Book IV discusses the need for a philosophical language that would further the practice of induction by helping us to accurately observe, record, and communicate. Such a language must have a steady and determinate meaning for every general name, since names often have unclear connotations. Book V deals with various fallacies that must be resolved before logic can be firmly grounded. These include the fallacies of confusion; of ambiguous words; and the petitio principii, which states that the premise either appears to be the same as the conclusion or is proved from the conclusion. Mill concludes that this argument is a fallacy because it is nothing more than a circular argument, since the attempt is to prove two propositions reciprocally from one another leads nowhere.
Book VI argues that the “moral sciences,” meaning the study of ethics and human nature, require the same logical structure as the physical sciences. A discussion of the concepts of liberty, causation, and necessity as they apply to human affairs leads Mill to conclude that human nature is governed by scientific principles that logic can lay bare and that can be used to promote happiness. Mill argues that human psychology and behavior are governed by universal laws, as is the formation of each person’s ethical character. However, these laws cannot be studied directly, through experiment and observation, but can only be known deductively. Mill considers various scientific methods and the extent to which they may be applied to the social sciences. Although many of the methods of the natural sciences do not work for the social sciences, the methods of induction may still be applied to understand causes and effects, such as the effects of a given policy or legislative act. The social sciences can also be approached deductively, by starting with a priori laws of human nature and reasoning based on them. Mill divides the social sciences into two branches: those in which the causes and effects of human behavior are studied in a context that is assumed to be stable, and those sciences that examine progress and historical change.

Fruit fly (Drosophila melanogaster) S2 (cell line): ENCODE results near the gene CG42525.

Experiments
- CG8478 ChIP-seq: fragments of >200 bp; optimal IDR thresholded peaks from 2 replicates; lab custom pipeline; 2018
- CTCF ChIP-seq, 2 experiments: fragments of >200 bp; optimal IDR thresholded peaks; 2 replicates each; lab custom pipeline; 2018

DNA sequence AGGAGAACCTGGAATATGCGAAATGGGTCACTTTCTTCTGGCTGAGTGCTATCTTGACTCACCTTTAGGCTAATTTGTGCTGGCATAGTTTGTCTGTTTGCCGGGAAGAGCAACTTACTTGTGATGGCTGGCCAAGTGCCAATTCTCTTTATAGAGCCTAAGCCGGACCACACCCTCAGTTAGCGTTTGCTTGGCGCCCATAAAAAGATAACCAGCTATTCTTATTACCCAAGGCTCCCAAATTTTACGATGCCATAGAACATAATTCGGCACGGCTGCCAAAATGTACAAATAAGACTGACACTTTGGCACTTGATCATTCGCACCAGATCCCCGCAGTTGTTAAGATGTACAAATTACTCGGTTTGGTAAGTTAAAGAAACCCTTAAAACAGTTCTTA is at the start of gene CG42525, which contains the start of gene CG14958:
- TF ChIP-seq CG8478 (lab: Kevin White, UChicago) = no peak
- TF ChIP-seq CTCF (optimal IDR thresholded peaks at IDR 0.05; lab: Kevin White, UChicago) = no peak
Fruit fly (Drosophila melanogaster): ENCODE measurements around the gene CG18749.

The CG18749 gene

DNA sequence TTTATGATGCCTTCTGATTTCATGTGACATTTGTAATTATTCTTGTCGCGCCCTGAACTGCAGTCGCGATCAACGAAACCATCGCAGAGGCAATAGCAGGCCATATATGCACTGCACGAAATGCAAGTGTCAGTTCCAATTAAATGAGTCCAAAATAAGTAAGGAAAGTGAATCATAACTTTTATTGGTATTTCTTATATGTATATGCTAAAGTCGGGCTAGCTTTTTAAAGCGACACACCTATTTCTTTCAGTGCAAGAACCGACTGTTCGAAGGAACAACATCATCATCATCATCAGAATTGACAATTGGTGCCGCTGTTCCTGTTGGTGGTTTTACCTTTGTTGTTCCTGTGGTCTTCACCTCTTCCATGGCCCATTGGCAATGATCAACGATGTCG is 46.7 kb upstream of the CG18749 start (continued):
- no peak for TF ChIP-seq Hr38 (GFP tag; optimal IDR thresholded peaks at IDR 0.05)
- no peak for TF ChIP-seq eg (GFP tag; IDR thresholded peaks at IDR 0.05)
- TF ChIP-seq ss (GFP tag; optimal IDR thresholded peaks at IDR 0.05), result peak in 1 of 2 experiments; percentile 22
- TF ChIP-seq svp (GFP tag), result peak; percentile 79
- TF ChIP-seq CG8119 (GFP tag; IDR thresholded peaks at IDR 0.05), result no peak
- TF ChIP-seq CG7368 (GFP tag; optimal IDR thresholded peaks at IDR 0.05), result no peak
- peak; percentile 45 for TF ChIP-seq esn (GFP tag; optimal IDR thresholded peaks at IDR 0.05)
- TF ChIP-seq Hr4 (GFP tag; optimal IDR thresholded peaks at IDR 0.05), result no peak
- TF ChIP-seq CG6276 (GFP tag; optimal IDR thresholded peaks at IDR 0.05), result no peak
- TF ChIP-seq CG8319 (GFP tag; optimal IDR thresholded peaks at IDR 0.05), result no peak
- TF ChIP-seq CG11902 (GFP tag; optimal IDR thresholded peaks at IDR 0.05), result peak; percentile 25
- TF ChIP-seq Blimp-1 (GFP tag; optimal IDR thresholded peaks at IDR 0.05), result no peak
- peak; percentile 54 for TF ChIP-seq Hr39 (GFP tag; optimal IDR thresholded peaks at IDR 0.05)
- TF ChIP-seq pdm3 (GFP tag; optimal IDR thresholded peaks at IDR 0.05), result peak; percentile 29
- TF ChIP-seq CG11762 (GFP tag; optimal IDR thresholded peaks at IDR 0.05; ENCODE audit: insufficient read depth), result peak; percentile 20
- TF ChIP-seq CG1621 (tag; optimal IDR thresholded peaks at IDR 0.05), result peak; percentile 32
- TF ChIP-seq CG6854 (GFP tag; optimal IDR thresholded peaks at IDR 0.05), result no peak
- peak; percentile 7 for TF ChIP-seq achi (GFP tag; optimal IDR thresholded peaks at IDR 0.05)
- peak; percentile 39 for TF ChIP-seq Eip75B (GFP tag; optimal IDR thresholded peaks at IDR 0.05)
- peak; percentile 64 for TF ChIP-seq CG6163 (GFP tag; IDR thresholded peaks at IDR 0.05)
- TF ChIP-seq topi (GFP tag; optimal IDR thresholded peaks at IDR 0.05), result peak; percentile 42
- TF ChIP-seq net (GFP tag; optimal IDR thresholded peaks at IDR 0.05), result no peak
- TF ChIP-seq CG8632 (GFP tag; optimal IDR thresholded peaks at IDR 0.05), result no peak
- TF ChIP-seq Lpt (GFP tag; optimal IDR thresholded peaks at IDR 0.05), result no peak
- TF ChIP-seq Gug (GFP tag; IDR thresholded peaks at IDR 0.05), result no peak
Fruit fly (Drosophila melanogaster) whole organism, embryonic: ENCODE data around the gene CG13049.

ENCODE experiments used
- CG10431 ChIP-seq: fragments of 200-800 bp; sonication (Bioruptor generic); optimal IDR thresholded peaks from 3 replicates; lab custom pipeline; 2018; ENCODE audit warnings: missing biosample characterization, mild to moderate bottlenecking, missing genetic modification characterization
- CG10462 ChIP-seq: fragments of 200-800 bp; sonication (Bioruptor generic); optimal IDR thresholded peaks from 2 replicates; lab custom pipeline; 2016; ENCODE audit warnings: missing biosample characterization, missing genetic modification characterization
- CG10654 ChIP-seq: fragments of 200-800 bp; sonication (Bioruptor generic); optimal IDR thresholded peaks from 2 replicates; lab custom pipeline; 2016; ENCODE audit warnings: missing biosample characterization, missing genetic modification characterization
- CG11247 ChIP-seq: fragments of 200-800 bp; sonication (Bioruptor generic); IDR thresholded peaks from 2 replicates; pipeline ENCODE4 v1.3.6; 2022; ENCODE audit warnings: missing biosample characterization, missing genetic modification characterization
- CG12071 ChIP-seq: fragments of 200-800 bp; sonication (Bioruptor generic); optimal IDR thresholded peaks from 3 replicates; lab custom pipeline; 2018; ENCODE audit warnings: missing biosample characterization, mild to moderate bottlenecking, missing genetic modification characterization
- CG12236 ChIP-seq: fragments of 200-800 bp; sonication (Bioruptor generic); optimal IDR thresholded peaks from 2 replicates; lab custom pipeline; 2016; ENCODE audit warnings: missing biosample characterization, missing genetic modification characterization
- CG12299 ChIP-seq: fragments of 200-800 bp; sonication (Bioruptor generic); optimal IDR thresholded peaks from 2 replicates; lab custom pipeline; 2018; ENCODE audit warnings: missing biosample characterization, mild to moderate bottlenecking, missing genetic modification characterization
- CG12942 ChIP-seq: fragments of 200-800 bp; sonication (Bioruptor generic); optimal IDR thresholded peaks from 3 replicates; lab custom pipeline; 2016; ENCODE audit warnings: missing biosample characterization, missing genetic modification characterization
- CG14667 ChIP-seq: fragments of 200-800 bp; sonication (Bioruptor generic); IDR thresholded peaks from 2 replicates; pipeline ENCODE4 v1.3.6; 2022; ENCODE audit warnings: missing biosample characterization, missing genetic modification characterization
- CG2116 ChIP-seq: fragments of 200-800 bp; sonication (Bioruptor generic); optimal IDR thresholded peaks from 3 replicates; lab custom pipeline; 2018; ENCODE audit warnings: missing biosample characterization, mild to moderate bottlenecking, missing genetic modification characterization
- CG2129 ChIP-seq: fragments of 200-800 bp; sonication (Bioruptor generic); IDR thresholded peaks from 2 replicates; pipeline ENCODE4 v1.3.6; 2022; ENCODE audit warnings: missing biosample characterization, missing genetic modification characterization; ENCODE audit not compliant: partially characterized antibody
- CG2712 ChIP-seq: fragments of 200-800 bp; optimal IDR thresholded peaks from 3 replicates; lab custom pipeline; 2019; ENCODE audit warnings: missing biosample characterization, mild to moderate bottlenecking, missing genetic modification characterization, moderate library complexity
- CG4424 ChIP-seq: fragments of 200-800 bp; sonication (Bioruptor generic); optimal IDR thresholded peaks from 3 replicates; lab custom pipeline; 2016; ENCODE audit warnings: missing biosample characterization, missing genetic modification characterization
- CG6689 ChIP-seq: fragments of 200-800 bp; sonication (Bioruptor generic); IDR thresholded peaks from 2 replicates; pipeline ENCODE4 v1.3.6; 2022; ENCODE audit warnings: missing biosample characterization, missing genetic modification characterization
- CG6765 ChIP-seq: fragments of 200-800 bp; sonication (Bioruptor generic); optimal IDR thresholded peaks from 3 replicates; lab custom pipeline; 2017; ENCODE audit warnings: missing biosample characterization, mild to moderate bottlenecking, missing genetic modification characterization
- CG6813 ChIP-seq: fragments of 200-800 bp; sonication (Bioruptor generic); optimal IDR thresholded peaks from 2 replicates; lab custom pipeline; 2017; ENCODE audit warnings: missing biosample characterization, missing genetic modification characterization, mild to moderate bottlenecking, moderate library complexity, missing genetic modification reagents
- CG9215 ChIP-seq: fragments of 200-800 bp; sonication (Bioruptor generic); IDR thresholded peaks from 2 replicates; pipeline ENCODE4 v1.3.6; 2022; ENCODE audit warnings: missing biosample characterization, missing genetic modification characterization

The most innovative aspect of A System of Logic is its rigorous, systematic explanation of induction. This explanation is a particularly impressive accomplishment given how unscientific and unsystematic induction seems to be at first glance, especially in comparison with the certainty of a deduction or syllogism. For example, in the famous syllogism, “All men are mortal. Socrates is a man. Socrates must be mortal,” if you know for certain that all men are mortal and that Socrates is a man, you can be very certain of your conclusion—that Socrates will die at some point. However, if you work in the reverse direction, which induction requires you to do, you get a much less certain answer. Socrates died, and Socrates was a man, so perhaps all men are mortal—but maybe not. The fact that Socrates’ friends Diabetes and Bursitis also died can be offered as further evidence that all men are mortal, but it still doesn’t prove it. Nevertheless, for those who believe that all our ideas come from experience, induction is the source of every general principle that we think we know, so induction is the foundation on which deduction is based.